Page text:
Features & Columns

The Legendary Video Mania

No place offered more guilty pleasures than the legendary Video Mania
LOST WORLD: Video Mania went the way of the dodo bird and most other movie rental stores.

With Cinequest nearly upon us, the anti-man-about-town needs to shatter spacetime and reflect on a legendary San Jose institution that originally taught him about movies. We're not talking about academic institutions, PBS, Gill Cable, or even books. We're talking about Video Mania, the greatest VHS movie rental store in San Jose history.

Way back in the last half of the earth-shattering '80s, and located in a cookie-cutter stripmall at the northeast corner of the monolithic intersection of Branham and Almaden Expressway, Video Mania was, literally, a-maze-ing. One could easily get lost in the place and we often did. Comprising two stories—unheard of for a video store at that time—Video Mania featured thousands of movie boxes stacked floor to ceiling in a labyrinthine setup, with alleys going every which direction. It was an exotic shangri-la in the middle of suburban wasteland America.

And they stocked material no one else in the Bay Area would carry. It was at Video Mania that I first discovered The Incredibly Strange Creatures Who Stopped Living and Became Mixed-Up Zombies, the celebrated Ray Dennis Steckler abomination from 1964. They also carried everything by Herschell Gordon Lewis, the "Godfather of Gore," the one who singlehandedly invented the splatter flick. Stuff like Blood Feast, 2000 Maniacs, The Wizard of Gore, and Color Me Blood Red—Video Mania had 'em all. I can say with a high degree of confidence that Video Mania carried more horror films than the entire total collections of most other video stores at that time. It was fantastic.

Underground Wrestling AllianceVideo Mania

As soon as one entered the establishment, a stairway to the right led up to the second story, where they kept all the horror stuff. Worn '80s carpeting and ramshackle wooden shelving made it look like someone's grandfather had built the place out of his garage, but countless posters and all those movie boxes transformed the scene into paradise. The original movie covers sat on the shelf for anyone to look at, and then the tapes themselves were in plastic boxes behind the covers. If the plastic box wasn't there, it meant someone had already checked it out. The customers simply browsed until they found a few films they wanted, and then brought the plastic boxes with the tapes downstairs to the counter. The price was usually three movies for three days for $9.99, a smokin' deal.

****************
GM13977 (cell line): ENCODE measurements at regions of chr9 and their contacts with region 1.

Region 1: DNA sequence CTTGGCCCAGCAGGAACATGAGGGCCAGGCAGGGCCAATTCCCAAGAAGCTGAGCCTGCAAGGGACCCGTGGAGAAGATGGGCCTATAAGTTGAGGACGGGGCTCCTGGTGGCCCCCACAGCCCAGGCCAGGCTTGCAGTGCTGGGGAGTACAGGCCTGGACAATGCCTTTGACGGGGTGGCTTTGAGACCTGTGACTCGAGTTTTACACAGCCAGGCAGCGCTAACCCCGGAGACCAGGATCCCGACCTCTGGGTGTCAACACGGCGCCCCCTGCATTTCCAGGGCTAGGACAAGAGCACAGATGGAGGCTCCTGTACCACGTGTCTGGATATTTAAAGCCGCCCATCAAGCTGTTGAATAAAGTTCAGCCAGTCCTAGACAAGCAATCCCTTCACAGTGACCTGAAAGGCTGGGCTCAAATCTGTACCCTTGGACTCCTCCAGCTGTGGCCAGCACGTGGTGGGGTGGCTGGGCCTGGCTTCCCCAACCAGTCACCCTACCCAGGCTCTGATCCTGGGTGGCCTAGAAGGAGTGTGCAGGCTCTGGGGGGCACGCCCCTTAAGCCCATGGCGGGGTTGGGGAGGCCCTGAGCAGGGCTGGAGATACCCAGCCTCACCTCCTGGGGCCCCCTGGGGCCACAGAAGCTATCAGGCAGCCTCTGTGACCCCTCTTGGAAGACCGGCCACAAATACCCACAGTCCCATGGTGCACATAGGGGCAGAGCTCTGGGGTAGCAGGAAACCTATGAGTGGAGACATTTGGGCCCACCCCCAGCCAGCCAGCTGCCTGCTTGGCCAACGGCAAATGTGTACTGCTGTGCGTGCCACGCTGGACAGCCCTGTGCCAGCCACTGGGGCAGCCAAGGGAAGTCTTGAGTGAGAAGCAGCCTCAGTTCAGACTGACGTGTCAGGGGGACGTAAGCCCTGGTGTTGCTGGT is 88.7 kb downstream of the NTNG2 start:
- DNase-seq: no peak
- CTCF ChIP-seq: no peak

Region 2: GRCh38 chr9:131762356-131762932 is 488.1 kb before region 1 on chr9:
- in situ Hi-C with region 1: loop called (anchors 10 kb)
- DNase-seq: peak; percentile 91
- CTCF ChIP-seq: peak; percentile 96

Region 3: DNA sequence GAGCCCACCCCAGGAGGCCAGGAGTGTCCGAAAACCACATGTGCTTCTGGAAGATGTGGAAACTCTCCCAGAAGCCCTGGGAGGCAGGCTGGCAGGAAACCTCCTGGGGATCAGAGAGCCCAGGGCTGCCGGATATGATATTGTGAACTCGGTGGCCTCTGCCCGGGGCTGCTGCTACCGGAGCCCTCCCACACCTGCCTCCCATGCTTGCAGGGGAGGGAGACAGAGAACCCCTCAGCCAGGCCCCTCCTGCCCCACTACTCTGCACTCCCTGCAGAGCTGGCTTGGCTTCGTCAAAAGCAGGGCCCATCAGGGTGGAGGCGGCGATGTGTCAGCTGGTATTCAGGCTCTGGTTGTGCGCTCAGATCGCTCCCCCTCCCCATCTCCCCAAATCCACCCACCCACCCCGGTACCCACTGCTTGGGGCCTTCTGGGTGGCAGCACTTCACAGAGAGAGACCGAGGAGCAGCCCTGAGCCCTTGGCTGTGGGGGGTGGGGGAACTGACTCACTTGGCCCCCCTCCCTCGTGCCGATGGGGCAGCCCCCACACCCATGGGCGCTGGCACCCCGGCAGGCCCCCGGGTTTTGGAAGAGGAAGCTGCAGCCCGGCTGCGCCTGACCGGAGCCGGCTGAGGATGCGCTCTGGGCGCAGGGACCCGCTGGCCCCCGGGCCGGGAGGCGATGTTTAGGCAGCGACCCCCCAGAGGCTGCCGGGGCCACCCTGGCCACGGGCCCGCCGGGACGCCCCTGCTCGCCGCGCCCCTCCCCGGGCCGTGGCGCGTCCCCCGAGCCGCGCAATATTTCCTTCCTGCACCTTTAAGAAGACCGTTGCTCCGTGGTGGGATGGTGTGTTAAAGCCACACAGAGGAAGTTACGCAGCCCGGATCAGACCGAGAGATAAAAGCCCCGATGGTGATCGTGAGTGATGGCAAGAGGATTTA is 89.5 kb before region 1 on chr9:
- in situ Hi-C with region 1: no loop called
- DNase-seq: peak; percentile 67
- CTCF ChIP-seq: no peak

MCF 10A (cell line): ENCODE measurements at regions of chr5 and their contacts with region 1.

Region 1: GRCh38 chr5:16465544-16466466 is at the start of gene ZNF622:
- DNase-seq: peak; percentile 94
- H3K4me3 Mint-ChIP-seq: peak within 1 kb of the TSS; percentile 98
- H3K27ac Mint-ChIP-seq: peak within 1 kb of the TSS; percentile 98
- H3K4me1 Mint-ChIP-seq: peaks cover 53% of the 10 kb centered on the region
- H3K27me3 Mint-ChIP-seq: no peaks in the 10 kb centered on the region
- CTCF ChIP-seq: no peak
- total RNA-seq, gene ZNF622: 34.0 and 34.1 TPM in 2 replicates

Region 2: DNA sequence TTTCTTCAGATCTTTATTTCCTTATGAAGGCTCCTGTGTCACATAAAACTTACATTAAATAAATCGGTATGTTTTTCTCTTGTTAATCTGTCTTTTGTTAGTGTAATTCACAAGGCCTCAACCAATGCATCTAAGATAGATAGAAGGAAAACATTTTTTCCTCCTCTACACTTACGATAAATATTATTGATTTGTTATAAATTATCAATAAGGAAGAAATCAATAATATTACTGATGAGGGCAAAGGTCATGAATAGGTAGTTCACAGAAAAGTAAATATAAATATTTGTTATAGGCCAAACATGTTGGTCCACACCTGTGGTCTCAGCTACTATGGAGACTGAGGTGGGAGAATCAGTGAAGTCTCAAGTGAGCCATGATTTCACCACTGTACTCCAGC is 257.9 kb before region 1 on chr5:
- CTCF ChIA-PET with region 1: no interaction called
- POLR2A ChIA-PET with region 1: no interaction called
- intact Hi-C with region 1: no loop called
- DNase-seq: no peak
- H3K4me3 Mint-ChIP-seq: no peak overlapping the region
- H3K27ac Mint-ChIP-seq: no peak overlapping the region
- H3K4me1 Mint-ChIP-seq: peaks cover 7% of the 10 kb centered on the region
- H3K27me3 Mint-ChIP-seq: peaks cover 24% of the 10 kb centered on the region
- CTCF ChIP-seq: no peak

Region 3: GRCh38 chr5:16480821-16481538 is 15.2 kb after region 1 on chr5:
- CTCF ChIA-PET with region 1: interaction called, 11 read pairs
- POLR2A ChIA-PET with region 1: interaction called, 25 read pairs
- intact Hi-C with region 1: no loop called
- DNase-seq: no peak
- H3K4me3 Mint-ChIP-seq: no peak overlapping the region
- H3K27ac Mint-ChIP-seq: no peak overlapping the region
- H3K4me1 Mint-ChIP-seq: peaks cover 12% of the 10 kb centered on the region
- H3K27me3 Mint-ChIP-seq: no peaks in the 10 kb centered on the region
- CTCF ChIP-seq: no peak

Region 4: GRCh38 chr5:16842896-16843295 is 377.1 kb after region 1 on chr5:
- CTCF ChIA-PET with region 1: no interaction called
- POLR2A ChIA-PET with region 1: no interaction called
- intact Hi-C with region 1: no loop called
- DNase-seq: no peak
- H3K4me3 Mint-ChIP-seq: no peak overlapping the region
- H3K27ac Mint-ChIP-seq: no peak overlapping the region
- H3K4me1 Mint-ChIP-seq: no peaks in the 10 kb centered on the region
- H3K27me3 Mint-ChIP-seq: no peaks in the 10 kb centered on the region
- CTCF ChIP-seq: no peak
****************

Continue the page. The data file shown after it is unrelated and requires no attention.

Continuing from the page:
"They were the first store I'd ever heard of that actually rented VCRs," recalls August Ragone, who worked at Video Mania before going on to an established path as an author and Japanese monster movie expert. "They were a one-stop shop. A lot of people remember Tower Video in the 1980s, so that sticks in their minds, but people were driving a long ways to go to Video Mania. There were people coming from Mountain View and Fremont. Because [the store] would get multiple copies of any new movies that came out."

Best of all, I could go in there, under the age of 18, and Video Mania would rent me any R-rated horror flick. They didn't seem to care. If I wanted Dr. Butcher, M.D. or Jaws of Satan, I was home free. In fact, my entire knowledge of below-budget Z-grade atrocities began with Video Mania.

Even though one of the owners was a diehard horror fan, the store also carried an obsessive science fiction collection, an entire aisle of mysterious kung-fu stuff and tons of Japanese and other foreign films. At that time, no one else stocked Yojimbo or Seven Samurai.

Older generations fondly recall how they rode their bicycles to go pick apricots from vast orchards in the previous decades. Well, I fondly recall driving my shitty, beat-up Datsun down Branham Lane, past a dive 7-11, a few vacant lots and the cultural Mecca of Orchard Supply Hardware, straight to Video Mania, just so I could snare a copy of Redneck Zombies. That store was the Promised Land.

"It was like the Xanadu of video," Ragone says. "It was this weird place you went into, and once you walked in, you were just staggered by the magic of this place, which was in this tiny strip mall, in a pocket of San Jose that most people would ignore."